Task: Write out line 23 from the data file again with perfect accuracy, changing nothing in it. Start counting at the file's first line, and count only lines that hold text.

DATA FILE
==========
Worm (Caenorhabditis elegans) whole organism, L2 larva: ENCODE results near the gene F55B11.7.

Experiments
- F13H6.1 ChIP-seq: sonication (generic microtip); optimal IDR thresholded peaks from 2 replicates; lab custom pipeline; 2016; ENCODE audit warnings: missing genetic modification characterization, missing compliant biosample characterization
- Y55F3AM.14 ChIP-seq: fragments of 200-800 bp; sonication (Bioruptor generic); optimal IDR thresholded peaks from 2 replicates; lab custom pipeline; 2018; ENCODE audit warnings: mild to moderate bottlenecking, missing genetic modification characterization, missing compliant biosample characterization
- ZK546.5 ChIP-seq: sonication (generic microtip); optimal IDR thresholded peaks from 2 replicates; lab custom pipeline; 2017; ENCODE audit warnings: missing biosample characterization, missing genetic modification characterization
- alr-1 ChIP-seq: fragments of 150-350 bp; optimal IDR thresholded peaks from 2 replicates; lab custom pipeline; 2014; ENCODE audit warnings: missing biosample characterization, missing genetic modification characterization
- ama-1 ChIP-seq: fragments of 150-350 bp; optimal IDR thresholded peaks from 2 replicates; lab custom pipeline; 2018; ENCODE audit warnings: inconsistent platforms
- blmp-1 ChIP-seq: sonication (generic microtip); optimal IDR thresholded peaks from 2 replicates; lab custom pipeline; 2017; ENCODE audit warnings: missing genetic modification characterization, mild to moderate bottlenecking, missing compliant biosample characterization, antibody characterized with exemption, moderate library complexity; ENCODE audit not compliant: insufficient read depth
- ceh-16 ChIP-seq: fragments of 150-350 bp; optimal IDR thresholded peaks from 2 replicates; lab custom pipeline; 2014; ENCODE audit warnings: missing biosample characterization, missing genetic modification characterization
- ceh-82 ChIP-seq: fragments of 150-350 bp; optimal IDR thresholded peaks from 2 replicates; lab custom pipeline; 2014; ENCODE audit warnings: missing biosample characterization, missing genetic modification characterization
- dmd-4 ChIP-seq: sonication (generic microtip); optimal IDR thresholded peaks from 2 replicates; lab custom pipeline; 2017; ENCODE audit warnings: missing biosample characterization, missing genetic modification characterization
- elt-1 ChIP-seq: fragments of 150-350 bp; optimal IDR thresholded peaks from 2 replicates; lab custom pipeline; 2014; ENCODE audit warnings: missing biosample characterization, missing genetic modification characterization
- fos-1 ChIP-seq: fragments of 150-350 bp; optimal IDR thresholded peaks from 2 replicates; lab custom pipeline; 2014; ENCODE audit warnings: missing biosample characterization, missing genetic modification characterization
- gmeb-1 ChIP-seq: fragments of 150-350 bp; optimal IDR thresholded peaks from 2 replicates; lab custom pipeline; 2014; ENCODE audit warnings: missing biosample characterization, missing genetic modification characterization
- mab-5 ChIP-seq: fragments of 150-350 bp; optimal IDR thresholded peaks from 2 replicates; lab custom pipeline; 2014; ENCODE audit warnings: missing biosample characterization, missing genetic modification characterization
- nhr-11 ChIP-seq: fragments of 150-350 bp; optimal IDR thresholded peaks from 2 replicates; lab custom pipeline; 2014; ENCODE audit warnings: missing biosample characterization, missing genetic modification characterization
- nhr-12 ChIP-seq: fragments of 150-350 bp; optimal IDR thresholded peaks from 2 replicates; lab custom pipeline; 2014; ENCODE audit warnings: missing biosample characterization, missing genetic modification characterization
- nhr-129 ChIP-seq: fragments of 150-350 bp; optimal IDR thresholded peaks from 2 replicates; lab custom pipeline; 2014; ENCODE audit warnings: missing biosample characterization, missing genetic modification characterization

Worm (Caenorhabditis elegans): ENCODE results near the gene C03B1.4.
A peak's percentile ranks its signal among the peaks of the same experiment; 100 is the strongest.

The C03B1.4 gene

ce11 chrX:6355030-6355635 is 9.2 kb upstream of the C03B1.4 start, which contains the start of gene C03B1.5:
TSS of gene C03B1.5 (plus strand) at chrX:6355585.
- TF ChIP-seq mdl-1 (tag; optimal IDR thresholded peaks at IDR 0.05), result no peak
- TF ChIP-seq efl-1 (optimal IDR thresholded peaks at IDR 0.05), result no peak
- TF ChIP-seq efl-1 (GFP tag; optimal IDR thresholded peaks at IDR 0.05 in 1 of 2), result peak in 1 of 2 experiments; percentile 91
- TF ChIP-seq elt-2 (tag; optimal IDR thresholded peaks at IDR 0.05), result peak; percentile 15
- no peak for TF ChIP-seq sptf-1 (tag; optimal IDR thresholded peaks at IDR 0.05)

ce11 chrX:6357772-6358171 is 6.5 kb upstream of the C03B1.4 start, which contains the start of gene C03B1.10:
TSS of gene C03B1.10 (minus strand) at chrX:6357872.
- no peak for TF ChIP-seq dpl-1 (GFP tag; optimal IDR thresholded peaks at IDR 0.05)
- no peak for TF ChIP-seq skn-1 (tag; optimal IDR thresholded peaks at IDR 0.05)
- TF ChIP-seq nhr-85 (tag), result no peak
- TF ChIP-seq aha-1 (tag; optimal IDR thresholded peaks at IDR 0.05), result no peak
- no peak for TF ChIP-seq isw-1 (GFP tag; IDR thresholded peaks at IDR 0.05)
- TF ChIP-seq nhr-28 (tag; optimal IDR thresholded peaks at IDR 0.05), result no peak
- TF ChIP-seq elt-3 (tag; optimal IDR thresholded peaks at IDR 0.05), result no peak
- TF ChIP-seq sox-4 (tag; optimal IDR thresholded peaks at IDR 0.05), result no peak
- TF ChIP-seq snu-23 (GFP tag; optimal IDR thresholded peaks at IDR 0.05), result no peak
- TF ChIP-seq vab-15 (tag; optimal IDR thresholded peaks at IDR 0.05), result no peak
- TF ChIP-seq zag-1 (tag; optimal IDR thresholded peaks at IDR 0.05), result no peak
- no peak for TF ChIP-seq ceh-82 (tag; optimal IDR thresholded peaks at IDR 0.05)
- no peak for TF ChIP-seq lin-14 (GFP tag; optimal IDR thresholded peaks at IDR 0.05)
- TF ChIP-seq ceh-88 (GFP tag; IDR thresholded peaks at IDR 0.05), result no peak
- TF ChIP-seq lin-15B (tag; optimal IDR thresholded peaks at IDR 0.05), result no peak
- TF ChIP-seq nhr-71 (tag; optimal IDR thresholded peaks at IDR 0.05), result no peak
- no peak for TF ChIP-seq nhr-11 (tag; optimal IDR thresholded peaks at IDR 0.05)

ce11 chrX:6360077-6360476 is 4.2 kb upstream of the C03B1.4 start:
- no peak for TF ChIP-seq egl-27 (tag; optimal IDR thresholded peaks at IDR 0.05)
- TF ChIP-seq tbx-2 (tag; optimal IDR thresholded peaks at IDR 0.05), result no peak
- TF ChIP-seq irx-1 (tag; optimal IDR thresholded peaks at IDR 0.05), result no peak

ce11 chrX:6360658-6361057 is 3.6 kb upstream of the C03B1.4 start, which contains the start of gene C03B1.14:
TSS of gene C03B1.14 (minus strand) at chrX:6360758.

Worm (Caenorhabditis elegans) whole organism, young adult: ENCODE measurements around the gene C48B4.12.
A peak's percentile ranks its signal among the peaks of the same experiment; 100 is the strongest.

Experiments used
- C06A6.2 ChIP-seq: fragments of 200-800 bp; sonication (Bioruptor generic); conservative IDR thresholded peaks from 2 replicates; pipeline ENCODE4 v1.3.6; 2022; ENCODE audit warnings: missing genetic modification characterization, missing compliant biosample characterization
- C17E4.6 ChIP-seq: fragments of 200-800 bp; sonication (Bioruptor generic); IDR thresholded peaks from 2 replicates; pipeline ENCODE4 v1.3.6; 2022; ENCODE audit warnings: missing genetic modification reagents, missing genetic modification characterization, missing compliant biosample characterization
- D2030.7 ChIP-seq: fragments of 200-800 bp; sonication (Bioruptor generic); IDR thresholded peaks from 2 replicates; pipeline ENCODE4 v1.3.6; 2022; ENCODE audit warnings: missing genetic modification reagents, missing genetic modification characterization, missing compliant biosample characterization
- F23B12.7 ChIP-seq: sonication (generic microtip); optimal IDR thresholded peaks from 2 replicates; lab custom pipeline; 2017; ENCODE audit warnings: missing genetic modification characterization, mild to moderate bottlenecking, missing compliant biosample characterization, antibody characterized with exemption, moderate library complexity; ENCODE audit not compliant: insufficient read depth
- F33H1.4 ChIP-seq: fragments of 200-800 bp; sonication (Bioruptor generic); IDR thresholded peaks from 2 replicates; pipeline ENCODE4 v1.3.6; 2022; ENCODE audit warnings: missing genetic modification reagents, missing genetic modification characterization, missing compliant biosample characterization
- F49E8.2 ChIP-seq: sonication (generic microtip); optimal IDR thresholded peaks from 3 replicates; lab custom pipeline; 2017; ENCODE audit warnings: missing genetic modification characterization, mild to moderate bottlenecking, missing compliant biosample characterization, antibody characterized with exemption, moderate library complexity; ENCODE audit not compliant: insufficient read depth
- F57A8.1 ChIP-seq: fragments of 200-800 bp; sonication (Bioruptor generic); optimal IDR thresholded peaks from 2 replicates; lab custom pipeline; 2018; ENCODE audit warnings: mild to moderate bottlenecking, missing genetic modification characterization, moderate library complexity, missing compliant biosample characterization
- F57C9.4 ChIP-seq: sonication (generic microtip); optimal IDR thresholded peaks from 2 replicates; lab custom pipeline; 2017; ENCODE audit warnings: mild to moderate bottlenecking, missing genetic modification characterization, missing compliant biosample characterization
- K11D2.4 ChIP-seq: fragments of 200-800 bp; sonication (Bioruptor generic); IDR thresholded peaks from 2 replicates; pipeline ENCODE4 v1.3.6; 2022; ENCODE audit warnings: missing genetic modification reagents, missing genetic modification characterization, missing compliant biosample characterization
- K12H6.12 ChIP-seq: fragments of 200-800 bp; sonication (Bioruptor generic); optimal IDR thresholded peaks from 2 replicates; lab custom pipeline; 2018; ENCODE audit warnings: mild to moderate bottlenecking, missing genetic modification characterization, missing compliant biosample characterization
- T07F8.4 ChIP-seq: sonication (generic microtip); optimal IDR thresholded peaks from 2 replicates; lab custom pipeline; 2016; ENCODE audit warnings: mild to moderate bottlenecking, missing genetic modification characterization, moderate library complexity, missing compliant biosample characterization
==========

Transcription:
TSS of gene C03B1.5 (plus strand) at chrX:6355585.